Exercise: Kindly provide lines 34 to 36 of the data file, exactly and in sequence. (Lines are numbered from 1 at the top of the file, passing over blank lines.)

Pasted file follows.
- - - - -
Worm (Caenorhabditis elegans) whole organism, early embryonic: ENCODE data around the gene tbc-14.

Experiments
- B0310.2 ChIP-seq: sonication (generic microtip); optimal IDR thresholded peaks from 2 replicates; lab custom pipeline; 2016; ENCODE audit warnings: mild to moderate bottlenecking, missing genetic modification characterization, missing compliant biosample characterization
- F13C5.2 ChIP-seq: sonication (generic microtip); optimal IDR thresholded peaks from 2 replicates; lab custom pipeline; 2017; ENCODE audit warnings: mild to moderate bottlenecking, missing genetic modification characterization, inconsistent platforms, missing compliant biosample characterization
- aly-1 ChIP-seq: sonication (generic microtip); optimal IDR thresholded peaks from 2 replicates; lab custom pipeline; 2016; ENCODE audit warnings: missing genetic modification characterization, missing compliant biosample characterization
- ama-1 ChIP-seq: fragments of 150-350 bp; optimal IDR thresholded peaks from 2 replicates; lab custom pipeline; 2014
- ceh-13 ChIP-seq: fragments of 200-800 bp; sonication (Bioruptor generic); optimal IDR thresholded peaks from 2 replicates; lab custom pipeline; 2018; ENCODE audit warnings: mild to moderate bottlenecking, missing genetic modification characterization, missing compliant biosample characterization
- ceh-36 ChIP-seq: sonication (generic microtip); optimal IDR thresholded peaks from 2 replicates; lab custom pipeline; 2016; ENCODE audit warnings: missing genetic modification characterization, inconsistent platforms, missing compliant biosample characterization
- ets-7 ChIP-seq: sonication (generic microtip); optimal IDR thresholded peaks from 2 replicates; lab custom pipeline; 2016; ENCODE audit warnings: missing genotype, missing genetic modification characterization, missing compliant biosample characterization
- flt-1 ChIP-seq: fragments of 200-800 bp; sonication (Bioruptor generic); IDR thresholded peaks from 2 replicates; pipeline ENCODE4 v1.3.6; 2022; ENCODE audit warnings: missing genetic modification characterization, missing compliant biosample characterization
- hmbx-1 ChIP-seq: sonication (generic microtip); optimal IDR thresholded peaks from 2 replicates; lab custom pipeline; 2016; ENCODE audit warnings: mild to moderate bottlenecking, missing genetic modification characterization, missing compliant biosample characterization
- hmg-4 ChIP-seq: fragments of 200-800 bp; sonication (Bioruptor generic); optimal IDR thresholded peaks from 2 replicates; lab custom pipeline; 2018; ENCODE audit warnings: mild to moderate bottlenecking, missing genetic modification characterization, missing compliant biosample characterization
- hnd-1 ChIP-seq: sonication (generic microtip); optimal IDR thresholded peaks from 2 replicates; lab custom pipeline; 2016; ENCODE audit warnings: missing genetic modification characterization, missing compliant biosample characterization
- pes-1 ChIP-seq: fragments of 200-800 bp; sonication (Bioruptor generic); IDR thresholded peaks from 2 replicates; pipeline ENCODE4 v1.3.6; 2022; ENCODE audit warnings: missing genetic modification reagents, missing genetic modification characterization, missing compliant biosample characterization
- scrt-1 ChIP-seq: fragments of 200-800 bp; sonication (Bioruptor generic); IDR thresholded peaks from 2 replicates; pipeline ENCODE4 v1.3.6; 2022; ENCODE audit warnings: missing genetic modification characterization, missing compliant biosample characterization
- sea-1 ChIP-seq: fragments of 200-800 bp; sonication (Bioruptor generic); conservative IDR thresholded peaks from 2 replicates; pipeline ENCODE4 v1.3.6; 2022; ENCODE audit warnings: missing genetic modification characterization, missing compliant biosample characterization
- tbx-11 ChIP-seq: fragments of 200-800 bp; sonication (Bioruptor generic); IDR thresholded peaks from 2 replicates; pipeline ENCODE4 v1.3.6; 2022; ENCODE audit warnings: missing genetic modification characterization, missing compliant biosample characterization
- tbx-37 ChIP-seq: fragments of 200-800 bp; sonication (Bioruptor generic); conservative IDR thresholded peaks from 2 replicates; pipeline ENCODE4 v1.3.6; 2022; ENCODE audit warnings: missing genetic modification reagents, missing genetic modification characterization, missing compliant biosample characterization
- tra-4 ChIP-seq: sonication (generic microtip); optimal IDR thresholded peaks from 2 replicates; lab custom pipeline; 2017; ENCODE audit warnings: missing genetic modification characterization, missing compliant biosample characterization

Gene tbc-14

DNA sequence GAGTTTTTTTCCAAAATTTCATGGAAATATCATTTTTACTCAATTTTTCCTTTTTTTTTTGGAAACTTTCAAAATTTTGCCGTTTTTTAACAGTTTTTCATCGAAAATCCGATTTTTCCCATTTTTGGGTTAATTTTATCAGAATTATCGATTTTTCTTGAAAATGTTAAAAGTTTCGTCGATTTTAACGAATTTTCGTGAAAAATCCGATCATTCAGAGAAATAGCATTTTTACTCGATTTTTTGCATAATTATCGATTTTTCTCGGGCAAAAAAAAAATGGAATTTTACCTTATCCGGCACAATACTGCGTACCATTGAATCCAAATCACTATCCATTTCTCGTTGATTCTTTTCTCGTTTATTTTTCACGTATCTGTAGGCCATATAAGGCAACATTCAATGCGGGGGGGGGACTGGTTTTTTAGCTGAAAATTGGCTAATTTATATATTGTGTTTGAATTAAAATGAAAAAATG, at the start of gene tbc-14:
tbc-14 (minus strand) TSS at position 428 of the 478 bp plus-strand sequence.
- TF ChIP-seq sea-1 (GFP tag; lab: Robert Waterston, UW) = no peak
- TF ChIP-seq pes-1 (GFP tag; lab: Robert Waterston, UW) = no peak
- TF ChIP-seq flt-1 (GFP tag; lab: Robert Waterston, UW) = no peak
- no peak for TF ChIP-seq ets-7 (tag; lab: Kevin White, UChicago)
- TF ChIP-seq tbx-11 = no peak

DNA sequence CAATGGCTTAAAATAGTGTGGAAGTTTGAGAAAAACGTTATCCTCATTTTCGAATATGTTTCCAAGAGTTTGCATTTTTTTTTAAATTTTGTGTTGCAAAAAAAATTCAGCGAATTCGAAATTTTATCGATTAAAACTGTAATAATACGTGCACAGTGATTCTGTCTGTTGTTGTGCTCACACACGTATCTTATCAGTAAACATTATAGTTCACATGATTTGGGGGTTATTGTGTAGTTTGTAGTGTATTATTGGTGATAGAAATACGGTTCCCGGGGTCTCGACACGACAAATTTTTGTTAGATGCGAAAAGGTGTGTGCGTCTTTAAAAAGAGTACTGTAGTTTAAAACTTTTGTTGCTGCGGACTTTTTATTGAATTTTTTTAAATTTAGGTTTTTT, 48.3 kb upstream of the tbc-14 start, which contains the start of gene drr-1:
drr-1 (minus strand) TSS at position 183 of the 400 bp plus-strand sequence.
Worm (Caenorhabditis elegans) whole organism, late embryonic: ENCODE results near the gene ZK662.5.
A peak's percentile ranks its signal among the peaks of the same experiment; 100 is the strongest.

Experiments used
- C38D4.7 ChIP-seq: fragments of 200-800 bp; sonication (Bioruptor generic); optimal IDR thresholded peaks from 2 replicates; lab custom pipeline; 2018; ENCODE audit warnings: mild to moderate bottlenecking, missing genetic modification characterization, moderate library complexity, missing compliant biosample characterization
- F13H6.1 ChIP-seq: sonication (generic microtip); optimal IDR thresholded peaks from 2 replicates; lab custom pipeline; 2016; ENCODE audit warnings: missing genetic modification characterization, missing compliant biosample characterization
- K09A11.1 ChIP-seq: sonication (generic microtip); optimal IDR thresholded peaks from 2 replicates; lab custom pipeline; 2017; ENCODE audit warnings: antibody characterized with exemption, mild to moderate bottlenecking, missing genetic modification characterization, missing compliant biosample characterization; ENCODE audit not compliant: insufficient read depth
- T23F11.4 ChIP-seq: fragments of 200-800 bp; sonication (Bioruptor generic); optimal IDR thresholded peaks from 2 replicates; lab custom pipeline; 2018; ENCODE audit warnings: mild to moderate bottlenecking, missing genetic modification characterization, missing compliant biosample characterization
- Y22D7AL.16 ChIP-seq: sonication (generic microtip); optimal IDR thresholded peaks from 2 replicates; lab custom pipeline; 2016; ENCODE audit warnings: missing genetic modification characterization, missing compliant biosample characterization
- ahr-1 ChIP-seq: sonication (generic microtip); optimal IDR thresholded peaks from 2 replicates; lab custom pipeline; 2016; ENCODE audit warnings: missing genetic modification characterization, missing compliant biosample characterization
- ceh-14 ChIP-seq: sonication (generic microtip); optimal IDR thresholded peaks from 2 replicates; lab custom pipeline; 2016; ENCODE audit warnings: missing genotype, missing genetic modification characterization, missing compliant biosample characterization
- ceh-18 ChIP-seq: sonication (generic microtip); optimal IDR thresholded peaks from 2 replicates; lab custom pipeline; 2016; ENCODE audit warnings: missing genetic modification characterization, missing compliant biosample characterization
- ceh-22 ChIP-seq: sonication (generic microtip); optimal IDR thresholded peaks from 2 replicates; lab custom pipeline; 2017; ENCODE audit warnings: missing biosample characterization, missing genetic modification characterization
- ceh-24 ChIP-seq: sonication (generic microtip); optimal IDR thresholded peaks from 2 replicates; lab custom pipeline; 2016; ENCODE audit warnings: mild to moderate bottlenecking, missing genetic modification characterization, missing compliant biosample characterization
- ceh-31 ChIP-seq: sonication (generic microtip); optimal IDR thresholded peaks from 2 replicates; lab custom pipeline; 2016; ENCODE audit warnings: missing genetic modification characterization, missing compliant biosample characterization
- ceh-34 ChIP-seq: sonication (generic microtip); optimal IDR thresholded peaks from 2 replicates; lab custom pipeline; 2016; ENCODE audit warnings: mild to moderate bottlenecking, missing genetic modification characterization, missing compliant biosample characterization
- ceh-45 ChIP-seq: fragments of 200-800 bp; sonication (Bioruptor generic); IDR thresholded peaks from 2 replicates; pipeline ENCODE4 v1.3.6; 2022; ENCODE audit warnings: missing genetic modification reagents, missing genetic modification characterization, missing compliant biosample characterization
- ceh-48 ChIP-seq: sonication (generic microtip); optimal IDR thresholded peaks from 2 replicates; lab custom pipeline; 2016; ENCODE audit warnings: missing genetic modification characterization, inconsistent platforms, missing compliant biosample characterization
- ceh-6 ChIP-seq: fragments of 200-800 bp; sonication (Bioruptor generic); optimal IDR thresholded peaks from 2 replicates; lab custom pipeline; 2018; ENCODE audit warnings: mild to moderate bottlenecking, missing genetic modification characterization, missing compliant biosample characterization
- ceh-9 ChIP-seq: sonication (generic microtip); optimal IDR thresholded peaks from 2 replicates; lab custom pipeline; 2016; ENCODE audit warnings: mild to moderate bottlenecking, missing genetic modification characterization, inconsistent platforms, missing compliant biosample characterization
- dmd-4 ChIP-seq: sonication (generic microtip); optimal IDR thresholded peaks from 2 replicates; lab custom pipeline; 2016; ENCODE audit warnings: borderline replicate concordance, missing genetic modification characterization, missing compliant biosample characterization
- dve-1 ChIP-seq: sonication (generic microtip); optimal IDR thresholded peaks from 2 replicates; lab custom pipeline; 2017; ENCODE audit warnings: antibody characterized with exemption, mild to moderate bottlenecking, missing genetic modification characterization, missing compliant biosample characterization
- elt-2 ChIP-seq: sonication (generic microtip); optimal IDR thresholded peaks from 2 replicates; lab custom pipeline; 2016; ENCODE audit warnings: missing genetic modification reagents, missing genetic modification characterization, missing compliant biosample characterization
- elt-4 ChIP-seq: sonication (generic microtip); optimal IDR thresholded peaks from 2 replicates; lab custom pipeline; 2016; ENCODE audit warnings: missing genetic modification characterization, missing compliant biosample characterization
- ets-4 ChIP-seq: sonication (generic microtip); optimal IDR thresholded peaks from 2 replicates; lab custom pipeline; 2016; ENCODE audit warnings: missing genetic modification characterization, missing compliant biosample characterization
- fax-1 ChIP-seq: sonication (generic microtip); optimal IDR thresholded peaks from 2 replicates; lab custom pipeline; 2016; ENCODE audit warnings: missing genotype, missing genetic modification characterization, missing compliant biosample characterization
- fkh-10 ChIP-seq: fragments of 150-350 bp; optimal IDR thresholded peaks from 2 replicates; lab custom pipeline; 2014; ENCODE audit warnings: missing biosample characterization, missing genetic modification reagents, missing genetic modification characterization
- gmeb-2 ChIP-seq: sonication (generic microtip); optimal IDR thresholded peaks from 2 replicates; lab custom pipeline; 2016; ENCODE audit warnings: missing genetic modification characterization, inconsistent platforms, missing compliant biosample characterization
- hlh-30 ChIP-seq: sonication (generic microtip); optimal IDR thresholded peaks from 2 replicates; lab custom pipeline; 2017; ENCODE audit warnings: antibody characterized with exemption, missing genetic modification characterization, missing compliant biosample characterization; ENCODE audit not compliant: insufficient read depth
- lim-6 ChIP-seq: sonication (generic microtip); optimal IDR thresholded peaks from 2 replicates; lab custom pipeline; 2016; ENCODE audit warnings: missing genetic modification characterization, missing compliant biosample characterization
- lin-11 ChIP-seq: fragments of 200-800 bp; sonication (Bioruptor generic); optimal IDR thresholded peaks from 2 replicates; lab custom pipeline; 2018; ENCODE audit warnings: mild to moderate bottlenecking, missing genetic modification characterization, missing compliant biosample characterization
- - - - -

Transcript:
- F13H6.1 ChIP-seq: sonication (generic microtip); optimal IDR thresholded peaks from 2 replicates; lab custom pipeline; 2016; ENCODE audit warnings: missing genetic modification characterization, missing compliant biosample characterization
- K09A11.1 ChIP-seq: sonication (generic microtip); optimal IDR thresholded peaks from 2 replicates; lab custom pipeline; 2017; ENCODE audit warnings: antibody characterized with exemption, mild to moderate bottlenecking, missing genetic modification characterization, missing compliant biosample characterization; ENCODE audit not compliant: insufficient read depth
- T23F11.4 ChIP-seq: fragments of 200-800 bp; sonication (Bioruptor generic); optimal IDR thresholded peaks from 2 replicates; lab custom pipeline; 2018; ENCODE audit warnings: mild to moderate bottlenecking, missing genetic modification characterization, missing compliant biosample characterization